A panel event in London, England, yesterday proved the adage that prediction is difficult – especially about the future.

The event, which was staged by the New Statesman magazine in association with Philip Morris International and chaired by Anna Hodgekiss, a freelance health/medical journalist and media consultant, set out to address the question: How long until smoking is history [in England]?

But given that all of the panellists – and possibly most of the 70 guests drawn from the ranks of parliament, the tobacco and cigarette industry, public health, public affairs, think tanks and professional services – seemed to support a harm-reduction rather than a quit-or-die policy, the debate turned largely on how smokers could be encouraged to switch to lower-risk products, such as vapor devices and oral tobacco products.

Nevertheless, Nick Fitzpatrick, an economist and consultant with Frontier Economics, which last year produced a report for PMI entitled: Working towards a smoke-free England, presented some of the findings from that report, one of which had it that the UK government would meet its smoke-free target of reducing the prevalence of smoking in England to five percent by 2040 given the continuation of current taxation policies and regulatory interventions. Fitzpatrick added that the target could be met by 2029 if a number of criteria were fulfilled, including increasing rapidly the number of smokers switching to smoke-free alternatives, such as e-cigarettes.

But these predictions were less important than the debate that they stirred – a debate that PMI has been encouraging since 2016 and one that, while based on an English experience, had universal echoes.

The panellists seemed to agree that there were too many unknowns to predict with any accuracy when smoking might end in England, But there was general agreement that vapor products had made a major step in the direction of encouraging smokers to quit and that they could make a further contribution given that they were the subject of sensible taxation policies that reflected their health impact, sensible, relevant regulation that was not simply moved over from tobacco regulation, and product improvement and innovation.

It would be necessary also to ensure that lower-risk messages were communicated to both smokers and the health care professionals who advised them, many of whom were still reluctant to talk with smokers about using vapor devices, even when those smokers had exhausted other methods of quitting.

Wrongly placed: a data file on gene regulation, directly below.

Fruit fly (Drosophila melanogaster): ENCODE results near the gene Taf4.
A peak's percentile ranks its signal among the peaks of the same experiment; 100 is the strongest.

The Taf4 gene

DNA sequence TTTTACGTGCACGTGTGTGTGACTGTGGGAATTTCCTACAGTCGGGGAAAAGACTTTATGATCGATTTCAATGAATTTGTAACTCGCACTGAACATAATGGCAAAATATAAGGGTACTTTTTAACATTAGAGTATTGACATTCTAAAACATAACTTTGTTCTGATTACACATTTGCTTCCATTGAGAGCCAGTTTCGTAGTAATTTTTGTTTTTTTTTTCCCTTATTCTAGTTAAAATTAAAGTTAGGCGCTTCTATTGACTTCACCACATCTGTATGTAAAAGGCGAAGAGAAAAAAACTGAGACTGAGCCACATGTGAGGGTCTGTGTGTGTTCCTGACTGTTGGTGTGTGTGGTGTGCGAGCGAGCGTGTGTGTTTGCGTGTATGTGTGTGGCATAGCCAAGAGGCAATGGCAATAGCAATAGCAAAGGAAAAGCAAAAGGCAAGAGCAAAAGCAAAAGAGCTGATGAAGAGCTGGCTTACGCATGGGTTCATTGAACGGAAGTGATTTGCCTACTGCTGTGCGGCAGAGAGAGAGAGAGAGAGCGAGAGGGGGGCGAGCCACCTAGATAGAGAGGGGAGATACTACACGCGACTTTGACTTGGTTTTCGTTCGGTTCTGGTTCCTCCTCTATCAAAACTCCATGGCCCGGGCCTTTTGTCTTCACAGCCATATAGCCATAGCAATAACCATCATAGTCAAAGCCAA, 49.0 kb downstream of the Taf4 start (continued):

The debate threw up the question of what it meant for smoking to be eliminated, and the idea that elimination would have been achieved once the smoking prevalence had been reduced to five percent was questioned. Panellist Mark Littlewood, the director of the Institute of Economic Affairs, pointed out that a five percent threshold, more widely applied, would mean that heroin was not used in the UK. Littlewood pointed out also that the rate of success in encouraging people to quit would be governed in part by a law of diminishing returns as the number of people still smoking was boiled down to a hard core of smokers.

One complicating factor in getting smokers to move to vapor devices was seen as the fact that smokers have different needs. Sarah Jakes, the chair of the New Nicotine Alliance and one of the panellists, told the event that she had switched to a vapor device even though it had not been her intention to do so. She was a smoker who decided to try e-cigarettes so that she could vape while in her car, but she had found that she liked the device to the point where she switched over completely. Littlewood, on the other hand, admitted that he had been unable to find a satisfactory substitute, and while he found heat-not-burn products better than e-cigarettes, he kept drifting back to traditional cigarettes. And another panellist, Dr. Roger Henderson, a general practitioner and smoking cessation expert, in a chilling intervention, told how some diabetics would choose smoking over their legs.

One interesting side issue had to do with the sympathy demonstrated for smokers who did not want to quit or could not quit. Although Henderson was passionate in his opposition to smoking and just as passionate in his support for harm reduction, he believes that in the end a smoker has to decide for herself what she does. If a smoker fully understood the risks she was taking and if she knew what cessation help was available to her but still decided to keep smoking, it was not for other people to tell her how to live her life. 

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